Fortunately, we live in a country where people don’t have to do any of the things I’ve wrote above, and still be able to complain…loudly and publicly. People attack an industry they don’t understand, because it’s easier to lay blame than to accept it. But the ag-community is responding. Perhaps someday soon there will be more articles in the national news thanking our farmers, ranchers and those that work hard so we can provide for all. Perhaps.

A girl can dream, right?

Par for the course

Winter reared its ugly head just in time for Thanksgiving. But that didn’t stop us from making the 2 1/2 hour trek to Fargo and spend the day with my sisters and their families, as well as shopping for a whopping 19 hours straight on Friday! I tell ya, having four boys does get me in training for some of the finer moments in life!

We came home Saturday and enjoyed a lazy day at home. Then I took my foster-Grandpa to bingo (his favorite thing to do) and enjoyed a quiet night without the kids at home. Woohoo! (They stayed at my Mom and Dad’s.)

On Sunday, we planned on being in church, which starts at 10. Boss Man left the house at 8-ish, thinking he would have “plenty” of time to feed the cows and get the chores done prior to having to leave by a little after 9 (remember, our boys are at my folks’).

Well, I should have known that things wouldn’t go as planned. The morning went in typical fashion. Boss Man pulled back into the yard with the tractor at 9:40. It’s a 15 minute drive to town and we don’t have our boys yet. Plus, I still have their church clothes with me at home. So, needless to say, the cows won that one and we weren’t able to go to church. But, I did get the boys to Sunday School! Yay for a small victory!

Then last night EJ managed to turn a pen and a plastic tube from a toy into a lethal weapon and punctured a hole above his tonsil. Yep, that’s how I roll.

Cheers to 2011!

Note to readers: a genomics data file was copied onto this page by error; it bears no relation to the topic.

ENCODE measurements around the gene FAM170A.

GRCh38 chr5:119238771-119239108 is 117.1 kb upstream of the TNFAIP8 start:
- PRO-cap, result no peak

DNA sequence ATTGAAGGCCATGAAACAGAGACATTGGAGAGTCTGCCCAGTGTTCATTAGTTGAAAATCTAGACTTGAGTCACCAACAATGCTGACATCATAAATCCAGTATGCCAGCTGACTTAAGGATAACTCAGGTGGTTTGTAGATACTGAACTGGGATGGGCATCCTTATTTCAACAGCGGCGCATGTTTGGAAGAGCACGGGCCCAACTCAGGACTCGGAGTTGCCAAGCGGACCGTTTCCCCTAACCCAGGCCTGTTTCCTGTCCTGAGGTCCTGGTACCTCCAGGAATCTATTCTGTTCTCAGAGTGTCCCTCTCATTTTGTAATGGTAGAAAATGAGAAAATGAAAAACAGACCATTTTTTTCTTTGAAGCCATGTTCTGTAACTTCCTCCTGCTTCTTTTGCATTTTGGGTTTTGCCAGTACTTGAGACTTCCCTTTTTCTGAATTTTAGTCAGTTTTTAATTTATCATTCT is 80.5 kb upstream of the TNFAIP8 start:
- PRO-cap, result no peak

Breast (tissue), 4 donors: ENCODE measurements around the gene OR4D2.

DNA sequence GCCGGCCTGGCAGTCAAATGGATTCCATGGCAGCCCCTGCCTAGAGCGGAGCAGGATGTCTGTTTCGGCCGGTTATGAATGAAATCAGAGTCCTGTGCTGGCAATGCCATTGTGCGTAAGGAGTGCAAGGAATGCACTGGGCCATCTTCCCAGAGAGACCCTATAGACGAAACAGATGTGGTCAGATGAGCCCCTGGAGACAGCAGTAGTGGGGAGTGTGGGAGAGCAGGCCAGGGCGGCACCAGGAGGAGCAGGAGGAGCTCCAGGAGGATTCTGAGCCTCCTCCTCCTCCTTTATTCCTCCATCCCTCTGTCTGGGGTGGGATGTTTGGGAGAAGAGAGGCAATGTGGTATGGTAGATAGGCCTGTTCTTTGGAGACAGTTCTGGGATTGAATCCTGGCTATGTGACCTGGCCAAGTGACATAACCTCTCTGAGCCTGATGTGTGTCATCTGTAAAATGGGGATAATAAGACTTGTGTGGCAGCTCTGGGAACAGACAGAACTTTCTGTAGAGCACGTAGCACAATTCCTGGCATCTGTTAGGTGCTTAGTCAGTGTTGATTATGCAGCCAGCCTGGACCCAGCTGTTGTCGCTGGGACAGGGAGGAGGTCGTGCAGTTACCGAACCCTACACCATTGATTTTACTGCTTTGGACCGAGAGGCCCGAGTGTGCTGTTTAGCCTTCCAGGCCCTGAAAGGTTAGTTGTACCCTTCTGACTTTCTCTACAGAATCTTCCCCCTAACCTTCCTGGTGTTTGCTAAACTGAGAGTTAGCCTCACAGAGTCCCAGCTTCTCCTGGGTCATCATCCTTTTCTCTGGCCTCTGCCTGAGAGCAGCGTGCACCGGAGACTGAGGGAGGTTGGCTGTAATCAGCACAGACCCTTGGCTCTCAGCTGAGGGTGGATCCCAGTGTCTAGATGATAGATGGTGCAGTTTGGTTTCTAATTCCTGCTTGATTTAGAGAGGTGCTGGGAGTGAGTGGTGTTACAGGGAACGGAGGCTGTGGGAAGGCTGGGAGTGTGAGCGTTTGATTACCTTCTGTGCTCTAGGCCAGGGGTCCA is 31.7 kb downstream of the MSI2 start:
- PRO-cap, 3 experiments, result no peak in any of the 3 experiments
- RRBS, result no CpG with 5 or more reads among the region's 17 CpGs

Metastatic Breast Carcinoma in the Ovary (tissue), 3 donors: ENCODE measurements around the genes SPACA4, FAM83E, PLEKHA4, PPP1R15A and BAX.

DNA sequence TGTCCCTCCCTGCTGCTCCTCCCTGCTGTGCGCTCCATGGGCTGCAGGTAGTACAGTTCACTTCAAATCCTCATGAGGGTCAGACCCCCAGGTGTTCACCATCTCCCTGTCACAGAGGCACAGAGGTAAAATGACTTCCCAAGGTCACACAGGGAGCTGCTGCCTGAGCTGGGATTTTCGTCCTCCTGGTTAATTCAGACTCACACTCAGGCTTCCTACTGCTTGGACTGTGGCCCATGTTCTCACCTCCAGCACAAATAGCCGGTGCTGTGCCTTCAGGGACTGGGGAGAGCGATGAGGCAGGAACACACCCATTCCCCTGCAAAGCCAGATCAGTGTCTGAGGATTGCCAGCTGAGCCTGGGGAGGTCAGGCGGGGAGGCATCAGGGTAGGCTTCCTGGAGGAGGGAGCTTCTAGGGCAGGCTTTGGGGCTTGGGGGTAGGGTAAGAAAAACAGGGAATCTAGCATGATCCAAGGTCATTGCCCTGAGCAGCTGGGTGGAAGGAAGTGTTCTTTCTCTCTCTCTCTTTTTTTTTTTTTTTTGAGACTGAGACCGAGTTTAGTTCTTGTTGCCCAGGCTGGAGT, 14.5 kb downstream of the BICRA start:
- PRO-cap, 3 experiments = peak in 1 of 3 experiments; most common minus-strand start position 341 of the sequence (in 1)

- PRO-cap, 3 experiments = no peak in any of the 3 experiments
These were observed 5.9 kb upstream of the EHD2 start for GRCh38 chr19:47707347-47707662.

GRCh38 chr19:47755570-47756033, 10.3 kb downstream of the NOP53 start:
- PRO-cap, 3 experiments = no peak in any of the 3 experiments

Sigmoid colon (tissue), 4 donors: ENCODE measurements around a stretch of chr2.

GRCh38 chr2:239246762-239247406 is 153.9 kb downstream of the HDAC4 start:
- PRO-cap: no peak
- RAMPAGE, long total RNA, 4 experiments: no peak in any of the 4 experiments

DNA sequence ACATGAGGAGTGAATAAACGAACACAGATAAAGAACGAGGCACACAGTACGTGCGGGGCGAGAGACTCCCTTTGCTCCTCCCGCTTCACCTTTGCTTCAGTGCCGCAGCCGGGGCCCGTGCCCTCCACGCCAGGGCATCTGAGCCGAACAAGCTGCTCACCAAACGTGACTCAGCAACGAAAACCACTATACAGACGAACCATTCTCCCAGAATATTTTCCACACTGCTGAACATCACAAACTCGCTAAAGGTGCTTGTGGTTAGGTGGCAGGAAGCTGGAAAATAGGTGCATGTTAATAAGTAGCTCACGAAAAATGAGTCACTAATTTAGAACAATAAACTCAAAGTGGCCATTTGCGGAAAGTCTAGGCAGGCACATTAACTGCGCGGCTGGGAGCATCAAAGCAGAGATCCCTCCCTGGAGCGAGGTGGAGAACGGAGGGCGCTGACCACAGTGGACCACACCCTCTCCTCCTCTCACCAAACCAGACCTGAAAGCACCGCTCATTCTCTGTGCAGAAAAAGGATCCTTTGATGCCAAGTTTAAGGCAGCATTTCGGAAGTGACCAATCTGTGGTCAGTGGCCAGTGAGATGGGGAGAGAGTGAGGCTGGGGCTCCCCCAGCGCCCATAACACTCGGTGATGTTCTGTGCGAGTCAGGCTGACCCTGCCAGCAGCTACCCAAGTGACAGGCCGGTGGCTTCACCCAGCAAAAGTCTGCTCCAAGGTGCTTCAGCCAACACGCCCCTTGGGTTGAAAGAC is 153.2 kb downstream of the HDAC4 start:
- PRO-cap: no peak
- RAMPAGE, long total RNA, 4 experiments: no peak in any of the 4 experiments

My problems start with Y

As in the XY chromosome…yep, you guessed it…males.

Yeah, I know, I’m gonna get flak for it. Men don’t cause ALL the world’s problems, but they do cause most of mine! 🙂 Of course, most of that is because I’m surrounded by them…completely.

Let’s take today for example. I had a hair appointment at 9:45 this morning. This appointment was rescheduled from Wednesday, when two of my boys did not make it home on time on the bus (which is also driven by a male, might I add). Hair appointments are kind of a big deal for me. I usually only get into town once or twice a year, since you need to schedule these things in advance, and let’s just say that my life doesn’t allow for advanced scheduling that often!

I woke my lil’ boys up and got them ready to go, so I would make it into town in time to drop them off at the drop-in daycare and get my haircut. After fighting with EJ to get dressed, changing George twice (he’s allergic to clean clothes…makes him poop right through, I swear!) and putting gas in my van, I take off with a few minutes to spare.

Then another version of the XY chromosome got in my way. This morning our bulls decided to take a leisurely stroll down the road. ARGH!

So me, two boys and my minivan did some off-roading, got them going in the right direction, I turned around, came home and called the boss man to let him know what HIS bulls were doing, and headed back to town. I was NOT going to take the hour or so it was going to take to get the bulls back in the pasture. I was NOT giving up my hair appointment! Not this time!

Needless to say, my hair is shorter, the bulls are back in and all is well, even though I was a few minutes late.

Seriously, I started out on time…and I truly TRIED to get there when I should, but that stinking Y had other plans. *sigh* It’s a good thing they’re so darn cute…the boys, not the bulls.

P.S. I’ve even added a category for running late, ‘cuz I know I’ll be writing about this often!!!